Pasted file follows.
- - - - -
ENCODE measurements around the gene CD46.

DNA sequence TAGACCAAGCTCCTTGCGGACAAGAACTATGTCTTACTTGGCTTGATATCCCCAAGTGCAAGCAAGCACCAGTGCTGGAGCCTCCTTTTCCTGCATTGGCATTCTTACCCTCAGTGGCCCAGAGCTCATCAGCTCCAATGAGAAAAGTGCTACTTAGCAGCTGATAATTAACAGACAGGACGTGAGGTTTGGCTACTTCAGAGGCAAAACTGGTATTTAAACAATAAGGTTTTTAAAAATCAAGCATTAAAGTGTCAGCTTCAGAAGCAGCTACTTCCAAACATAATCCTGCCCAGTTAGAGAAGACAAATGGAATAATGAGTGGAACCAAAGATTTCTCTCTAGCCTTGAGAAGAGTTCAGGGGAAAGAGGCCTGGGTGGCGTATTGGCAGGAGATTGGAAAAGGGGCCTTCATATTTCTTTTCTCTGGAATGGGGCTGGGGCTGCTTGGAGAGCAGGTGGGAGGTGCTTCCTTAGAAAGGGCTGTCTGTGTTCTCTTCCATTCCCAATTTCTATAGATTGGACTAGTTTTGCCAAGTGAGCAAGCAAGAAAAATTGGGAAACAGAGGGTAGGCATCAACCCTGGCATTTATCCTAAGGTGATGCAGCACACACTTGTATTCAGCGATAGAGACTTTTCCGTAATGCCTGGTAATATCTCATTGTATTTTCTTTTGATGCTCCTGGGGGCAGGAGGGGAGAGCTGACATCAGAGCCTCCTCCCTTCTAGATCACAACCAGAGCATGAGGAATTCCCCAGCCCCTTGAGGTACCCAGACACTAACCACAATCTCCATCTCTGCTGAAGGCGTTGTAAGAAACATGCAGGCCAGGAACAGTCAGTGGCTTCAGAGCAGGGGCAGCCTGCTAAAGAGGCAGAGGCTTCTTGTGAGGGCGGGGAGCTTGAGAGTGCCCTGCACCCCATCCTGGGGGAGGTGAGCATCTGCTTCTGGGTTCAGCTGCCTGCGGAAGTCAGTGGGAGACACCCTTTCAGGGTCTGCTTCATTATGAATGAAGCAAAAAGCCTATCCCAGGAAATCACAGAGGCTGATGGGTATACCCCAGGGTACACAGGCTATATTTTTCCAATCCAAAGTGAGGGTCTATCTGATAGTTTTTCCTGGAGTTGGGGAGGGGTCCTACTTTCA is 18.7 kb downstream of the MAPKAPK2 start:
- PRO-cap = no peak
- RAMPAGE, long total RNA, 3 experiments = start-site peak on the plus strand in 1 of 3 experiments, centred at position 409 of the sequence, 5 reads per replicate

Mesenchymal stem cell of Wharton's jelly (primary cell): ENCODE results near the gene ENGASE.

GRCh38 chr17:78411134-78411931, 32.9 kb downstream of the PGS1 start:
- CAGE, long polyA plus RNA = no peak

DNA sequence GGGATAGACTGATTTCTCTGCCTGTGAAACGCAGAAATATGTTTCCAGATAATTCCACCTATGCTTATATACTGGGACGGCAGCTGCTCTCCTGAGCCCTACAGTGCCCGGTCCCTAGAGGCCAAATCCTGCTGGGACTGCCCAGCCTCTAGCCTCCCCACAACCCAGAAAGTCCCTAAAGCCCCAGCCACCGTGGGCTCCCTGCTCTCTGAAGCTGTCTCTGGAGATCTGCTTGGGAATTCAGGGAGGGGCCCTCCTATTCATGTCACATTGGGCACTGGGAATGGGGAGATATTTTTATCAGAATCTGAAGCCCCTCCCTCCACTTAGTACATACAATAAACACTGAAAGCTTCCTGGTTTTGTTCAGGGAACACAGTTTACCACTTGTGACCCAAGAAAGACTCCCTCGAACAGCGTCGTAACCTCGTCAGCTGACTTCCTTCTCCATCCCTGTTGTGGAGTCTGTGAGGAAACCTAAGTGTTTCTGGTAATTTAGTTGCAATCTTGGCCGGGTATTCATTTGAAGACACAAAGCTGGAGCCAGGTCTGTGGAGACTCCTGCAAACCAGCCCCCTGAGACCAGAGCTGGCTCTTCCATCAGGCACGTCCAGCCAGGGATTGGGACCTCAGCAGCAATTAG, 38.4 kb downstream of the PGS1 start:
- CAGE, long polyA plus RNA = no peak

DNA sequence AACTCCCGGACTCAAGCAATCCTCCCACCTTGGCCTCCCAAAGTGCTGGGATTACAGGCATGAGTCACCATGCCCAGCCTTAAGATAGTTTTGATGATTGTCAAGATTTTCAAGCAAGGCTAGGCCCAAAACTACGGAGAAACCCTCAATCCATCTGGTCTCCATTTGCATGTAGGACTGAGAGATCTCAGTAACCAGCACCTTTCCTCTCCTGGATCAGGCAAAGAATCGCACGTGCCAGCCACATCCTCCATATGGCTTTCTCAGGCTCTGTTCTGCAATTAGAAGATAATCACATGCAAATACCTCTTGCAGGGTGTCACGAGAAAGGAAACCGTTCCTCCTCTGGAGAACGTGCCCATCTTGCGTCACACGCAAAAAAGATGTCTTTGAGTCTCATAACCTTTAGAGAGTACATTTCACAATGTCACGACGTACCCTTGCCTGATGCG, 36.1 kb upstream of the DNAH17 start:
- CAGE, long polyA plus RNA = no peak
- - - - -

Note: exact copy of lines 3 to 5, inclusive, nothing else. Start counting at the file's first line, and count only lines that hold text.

- PRO-cap = no peak
- RAMPAGE, long total RNA, 3 experiments = start-site peak on the plus strand in 1 of 3 experiments, centred at position 409 of the sequence, 5 reads per replicate

Mesenchymal stem cell of Wharton's jelly (primary cell): ENCODE results near the gene ENGASE.